Monday Musings 35 – Identify your Ikigai

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Yayati suffered from premature ageing cursed by guru Sukracharya as a punishment to his misdeeds ie excessive sense gratification. Yayati forgot the purpose of his life and indulged in sense gratification and hence suffered premature ageing. Many of us age prematurely because of modern day curses such as stress, depression, worries, dissatisfaction in work, lack of confidence, etc. We were discussing anti-ageing medicines, rather techniques for the past two weeks.

First medicine is ‘Living for a purpose’, doing what your passion directs.

What an Idea, Ikigai?

Ikigai (ee-key-guy) is a Japanese concept that combines the terms iki, meaning “alive” or “life,” and gai, meaning “benefit” or “worth.” When combined, ikigai means ‘living worthy life’ which is almost the same as the French term “raison d’etre” or “reason for being.”

The concept of ikigai is said to have evolved from the basic health and wellness principles of traditional Japanese medicine. This medical tradition holds that physical wellbeing is affected by one’s mental–emotional health and sense of purpose in life.

Japanese psychologist Michiko Kumano says that ikigai is a state of wellbeing that arises from devotion to activities one enjoys, which also brings a sense of fulfilment.

To state it simply, Ikigai is “a reason to get up in the morning” or, more poetically, “waking up to joy.” You need to find a reason to wake up in the morning every day.

You would have often heard  ‘How are you doing?’ The question is just for courtesy and the intent is not to hear a long laundry list of issues. Have you heard people commenting “ஏதோ இருக்கிறேன்” meaning “pulling on in life”. Your quip might dampen the enthusiasm of the seeker who otherwise would have had a purpose for his/her day. Try saying “On top of the world” and you would feel the difference yourself.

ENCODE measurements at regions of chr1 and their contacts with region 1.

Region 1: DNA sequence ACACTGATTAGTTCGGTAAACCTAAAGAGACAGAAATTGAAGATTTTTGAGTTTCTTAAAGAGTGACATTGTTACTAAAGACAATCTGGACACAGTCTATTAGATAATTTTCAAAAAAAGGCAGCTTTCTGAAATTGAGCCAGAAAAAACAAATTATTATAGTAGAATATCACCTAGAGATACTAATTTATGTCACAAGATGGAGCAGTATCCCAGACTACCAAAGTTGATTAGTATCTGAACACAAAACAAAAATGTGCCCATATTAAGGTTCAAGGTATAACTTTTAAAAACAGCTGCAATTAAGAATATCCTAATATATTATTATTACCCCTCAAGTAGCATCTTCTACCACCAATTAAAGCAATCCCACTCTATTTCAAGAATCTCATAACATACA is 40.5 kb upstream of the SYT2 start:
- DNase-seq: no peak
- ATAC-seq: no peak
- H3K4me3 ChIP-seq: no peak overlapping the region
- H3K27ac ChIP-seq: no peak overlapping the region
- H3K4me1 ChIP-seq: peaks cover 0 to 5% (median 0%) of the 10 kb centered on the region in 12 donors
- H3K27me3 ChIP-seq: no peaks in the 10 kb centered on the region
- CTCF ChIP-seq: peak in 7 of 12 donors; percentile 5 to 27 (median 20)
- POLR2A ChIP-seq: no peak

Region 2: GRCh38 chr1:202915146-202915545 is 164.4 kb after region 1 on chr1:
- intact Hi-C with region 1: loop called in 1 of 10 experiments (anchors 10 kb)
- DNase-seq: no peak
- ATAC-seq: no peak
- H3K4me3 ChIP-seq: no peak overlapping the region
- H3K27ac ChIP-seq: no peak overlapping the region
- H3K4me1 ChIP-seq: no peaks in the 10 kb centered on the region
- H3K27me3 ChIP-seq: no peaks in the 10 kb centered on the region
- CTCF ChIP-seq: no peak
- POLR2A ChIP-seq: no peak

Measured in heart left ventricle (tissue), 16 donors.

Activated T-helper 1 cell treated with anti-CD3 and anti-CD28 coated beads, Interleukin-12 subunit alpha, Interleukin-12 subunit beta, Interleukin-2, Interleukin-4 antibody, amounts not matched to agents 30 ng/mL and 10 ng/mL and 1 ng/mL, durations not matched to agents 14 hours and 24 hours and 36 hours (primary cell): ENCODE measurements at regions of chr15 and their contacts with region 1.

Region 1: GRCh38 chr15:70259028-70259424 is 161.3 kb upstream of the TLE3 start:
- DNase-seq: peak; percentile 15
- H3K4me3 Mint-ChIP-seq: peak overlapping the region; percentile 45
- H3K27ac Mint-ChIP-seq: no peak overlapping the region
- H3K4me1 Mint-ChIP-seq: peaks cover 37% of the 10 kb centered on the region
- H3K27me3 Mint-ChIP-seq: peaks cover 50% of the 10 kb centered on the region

Focusing on your Flow

Ikigai is related to the concept of flow, as described in the work of psychologist Mihaly Csikszentmihalyi. Psychological Flow captures the positive mental state of being completely absorbed, focused, and involved in your activities at a certain point in time, as well as deriving enjoyment from being engaged in that activity. Flow is colloquially referred as ‘in the zone’,

Athletes reach performance levels beyond their limits when they are in a state of flow. Being in a positive state of mind, being focused and also being cheered positively by the supporters in a competition can produce unbelievable results because the performer goes to the state of Flow.

Flow can be said to occur when you are consistently doing something you love and that you are good at, with the possible added benefit of bringing value to others’ lives. In such a case, flow might be seen as in tune with your ikigai, or activities that give your life meaning and purpose.

ikigai has usually been cited as both a personal pursuit and one of benefit to others. In the end, ikigai brings meaning, purpose, and fulfilment to your life, while also contributing to the good of others.

Why is it that some are able to get the flow while others are ‘puling on’ in their life. Everyone has an ikigai – intersection of passion, talent, paid, and potential to benefit others. Some found their ikigai and the others had not made any effort to find their ikigai.  The journey to ikigai might require time, deep self-reflection, and effort, but it is one we can all make, and we should make.

The concept of ikigai as a purpose in life with both personal and social dimensions is captured by the well-known ikigai diagram. This diagram includes overlapping spheres covering:

  • What you love
  • What you are good at
  • What the world needs
  • What you can get paid for

Ikigai is that which you love, you are good at it, which the society needs and the added joy if you are getting benefited from it.

Have you made your New Year resolutions? Review if your new year resolutions are aligned to your ikigai. If not, you can still update your new year resolutions. Whatever be your resolutions, remember to be committed to your resolutions.

I wake up on a Sunday morning to the joy of preparing for a ‘Monday Musings’ episode. Hope you wake up to the joy of reading a Monday Musings!


Disclaimer: The views/opinions expressed in this article belong to the author. is neither responsible nor liable for the accuracy, completeness, suitability, or validity of any information in the article.



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